Lifelike pellet guns pose dilemma for police - 13 WTHR Indianapolis

Lifelike pellet guns pose dilemma for police

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The rifle on top is an M-16. The other is an M4-177 BB/pellet rifle. The rifle on top is an M-16. The other is an M4-177 BB/pellet rifle.
Commander Mahone Commander Mahone
INDIANAPOLIS -

Police are warning parents after seeing more and more kids with pellet rifles that look like full assault weapons.

The new pellet guns resemble the real thing so much that police are having a hard time telling the real from the fake when seconds count. The confusion could get someone killed.

"I think it's pretty dangerous," said Lynn Workman, Indianapolis resident.

That was the reaction after we showed parents a brand new air pellet rifle that looks like an M-16.

Eyewitness News purchased the pellet gun at a local sporting goods store. Parents we spoke with mistook it for a real rifle.

"On TV you see a lot of those and it looks exactly like what you see on TV," said Workman.

"Would you know if this is real if someone was carrying it?" we asked another parent.

"No, I wouldn't. It looks real," said Sandra Barron.

We placed the air pellet gun next to an M-16 carried by Metro Police officers. Northwest District Commander Brian Mahone pointed out the similarities. The two weapons are hard to distinguish even to a trained eye.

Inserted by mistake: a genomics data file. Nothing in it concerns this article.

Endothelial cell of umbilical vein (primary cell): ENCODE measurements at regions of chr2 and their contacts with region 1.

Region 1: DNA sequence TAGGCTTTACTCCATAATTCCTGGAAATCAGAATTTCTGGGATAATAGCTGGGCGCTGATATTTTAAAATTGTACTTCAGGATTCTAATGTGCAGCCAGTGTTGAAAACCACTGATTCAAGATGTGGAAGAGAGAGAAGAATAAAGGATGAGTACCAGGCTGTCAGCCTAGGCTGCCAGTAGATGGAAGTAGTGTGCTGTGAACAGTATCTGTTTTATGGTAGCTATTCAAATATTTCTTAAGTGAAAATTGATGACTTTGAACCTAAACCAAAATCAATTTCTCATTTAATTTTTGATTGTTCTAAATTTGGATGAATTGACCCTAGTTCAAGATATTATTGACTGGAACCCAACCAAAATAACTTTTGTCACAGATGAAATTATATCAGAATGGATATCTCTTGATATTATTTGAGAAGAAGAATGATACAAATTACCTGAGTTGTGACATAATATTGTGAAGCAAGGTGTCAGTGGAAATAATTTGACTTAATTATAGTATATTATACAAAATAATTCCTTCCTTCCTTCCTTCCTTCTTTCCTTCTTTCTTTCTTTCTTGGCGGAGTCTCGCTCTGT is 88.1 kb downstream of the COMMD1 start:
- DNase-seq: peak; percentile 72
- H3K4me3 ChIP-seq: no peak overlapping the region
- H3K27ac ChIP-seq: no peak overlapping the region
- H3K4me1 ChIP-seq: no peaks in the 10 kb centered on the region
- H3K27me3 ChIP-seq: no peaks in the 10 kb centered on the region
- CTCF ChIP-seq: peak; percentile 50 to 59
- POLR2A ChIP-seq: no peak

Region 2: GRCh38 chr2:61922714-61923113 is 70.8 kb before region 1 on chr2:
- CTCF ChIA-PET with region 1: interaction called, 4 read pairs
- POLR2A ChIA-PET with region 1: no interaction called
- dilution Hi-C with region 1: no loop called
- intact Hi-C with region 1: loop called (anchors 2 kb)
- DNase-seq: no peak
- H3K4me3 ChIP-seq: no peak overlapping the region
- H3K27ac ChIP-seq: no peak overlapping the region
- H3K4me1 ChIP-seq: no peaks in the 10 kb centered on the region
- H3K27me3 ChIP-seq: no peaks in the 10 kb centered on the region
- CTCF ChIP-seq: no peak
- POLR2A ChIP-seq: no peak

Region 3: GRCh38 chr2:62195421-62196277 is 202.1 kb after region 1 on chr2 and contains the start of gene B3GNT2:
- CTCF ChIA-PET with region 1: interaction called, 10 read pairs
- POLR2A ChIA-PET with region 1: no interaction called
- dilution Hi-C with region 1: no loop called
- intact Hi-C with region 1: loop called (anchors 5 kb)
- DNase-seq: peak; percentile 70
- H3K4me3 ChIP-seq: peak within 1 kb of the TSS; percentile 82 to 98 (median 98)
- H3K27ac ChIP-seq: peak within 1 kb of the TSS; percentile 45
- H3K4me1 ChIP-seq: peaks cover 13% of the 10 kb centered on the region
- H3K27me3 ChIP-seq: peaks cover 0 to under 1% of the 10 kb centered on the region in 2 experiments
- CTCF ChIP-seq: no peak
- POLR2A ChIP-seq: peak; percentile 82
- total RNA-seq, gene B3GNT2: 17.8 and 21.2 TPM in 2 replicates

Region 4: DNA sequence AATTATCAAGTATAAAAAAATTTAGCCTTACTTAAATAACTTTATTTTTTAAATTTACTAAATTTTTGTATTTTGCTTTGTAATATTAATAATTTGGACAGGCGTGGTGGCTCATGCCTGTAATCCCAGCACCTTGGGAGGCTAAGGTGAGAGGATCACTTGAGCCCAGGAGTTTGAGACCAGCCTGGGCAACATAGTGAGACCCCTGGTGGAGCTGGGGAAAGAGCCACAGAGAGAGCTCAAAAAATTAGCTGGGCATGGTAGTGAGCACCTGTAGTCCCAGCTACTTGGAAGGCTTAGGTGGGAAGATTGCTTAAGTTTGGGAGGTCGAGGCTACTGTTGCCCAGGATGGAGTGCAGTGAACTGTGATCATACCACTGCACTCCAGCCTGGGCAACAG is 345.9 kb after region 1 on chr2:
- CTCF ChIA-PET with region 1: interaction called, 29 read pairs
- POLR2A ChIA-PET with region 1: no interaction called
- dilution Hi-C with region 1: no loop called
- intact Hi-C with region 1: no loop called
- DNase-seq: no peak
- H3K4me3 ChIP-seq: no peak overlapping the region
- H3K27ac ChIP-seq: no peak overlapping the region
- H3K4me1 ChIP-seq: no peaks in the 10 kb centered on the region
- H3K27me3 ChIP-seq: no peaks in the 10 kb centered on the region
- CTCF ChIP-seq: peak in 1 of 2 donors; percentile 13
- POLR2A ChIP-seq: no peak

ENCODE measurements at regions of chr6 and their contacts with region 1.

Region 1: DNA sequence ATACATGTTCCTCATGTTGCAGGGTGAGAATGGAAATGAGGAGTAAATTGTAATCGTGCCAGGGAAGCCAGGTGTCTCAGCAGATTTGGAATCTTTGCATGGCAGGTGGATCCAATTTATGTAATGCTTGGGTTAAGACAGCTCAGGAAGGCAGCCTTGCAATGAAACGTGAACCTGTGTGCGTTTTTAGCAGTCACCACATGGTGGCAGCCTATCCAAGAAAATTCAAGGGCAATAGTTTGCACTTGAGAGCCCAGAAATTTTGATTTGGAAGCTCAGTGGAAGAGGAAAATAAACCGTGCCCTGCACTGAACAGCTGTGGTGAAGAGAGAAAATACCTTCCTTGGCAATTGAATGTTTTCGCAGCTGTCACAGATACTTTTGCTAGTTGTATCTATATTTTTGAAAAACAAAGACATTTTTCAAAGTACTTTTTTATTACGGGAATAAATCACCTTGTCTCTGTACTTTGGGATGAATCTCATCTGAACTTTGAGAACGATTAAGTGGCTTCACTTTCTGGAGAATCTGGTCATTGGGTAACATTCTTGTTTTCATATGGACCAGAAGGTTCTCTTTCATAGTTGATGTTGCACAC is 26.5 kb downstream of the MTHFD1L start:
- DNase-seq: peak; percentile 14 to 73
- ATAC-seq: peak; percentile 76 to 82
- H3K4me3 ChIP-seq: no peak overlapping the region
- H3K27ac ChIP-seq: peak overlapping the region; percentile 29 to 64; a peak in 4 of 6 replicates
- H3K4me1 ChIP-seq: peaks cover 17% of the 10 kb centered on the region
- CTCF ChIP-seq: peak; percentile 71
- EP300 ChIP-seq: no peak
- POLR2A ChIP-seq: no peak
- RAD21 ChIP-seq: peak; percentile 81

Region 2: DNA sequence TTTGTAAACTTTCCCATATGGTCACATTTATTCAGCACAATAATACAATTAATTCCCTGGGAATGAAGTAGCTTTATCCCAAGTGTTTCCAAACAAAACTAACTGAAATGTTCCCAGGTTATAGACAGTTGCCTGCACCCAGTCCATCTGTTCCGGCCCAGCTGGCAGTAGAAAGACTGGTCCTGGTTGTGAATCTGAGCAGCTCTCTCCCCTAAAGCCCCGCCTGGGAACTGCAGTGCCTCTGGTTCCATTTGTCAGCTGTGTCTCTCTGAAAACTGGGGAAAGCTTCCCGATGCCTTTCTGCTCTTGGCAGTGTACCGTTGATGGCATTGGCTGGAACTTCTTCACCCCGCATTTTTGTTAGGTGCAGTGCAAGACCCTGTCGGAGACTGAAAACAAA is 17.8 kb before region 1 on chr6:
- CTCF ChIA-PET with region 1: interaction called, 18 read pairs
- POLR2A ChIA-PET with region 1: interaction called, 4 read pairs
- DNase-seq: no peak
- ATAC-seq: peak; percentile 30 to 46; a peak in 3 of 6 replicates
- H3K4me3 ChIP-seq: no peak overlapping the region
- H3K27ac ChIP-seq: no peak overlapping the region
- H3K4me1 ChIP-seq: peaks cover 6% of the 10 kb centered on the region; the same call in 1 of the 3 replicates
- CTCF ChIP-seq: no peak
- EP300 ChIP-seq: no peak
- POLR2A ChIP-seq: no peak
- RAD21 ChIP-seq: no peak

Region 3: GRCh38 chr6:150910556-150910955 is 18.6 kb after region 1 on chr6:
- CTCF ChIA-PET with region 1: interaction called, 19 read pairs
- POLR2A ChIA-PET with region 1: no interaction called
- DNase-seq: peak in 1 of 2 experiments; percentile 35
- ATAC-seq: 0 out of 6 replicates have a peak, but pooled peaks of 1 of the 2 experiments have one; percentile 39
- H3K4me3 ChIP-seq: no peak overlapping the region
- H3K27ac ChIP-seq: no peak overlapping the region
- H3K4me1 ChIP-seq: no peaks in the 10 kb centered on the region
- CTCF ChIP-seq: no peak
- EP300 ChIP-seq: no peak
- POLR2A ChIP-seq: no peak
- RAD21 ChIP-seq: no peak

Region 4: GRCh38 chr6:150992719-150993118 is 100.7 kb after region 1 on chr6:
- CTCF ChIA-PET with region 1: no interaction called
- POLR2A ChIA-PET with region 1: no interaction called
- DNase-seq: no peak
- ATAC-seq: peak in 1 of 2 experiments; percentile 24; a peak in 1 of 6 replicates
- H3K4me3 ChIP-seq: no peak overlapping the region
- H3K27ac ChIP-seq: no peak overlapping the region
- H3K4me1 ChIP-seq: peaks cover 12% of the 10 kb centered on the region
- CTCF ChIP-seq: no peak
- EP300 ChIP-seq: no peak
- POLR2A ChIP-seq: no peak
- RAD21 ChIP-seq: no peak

"Carried in someone's hand or concealed in a bag or under a coat, it looks like a real rifle," said Mahone.

Commander Mahone's biggest concern comes after seeing a teenager outside Northwest High School chasing a classmate with a pellet rifle, prompting a 911 call. He and other responding officers thought the gun was real and ordered the teen to put the gun down.

"The teen was very compliant and he understood it looked real and did what we told him, which probably saved his life," said Mahone.

Eyewitness News was granted exclusive access to the property room to show you these lifelike weapons on the list for disposal. They include pellet rifles, handguns and even toys taken off the streets by police officers.

Even parents say they clearly see why even a trained police officer may not know one of these lifelike weapons in the hands of a kid is not a real gun.

"Someone might shoot at them thinking that it's a real weapon, in my opinion," said Norman Reed.

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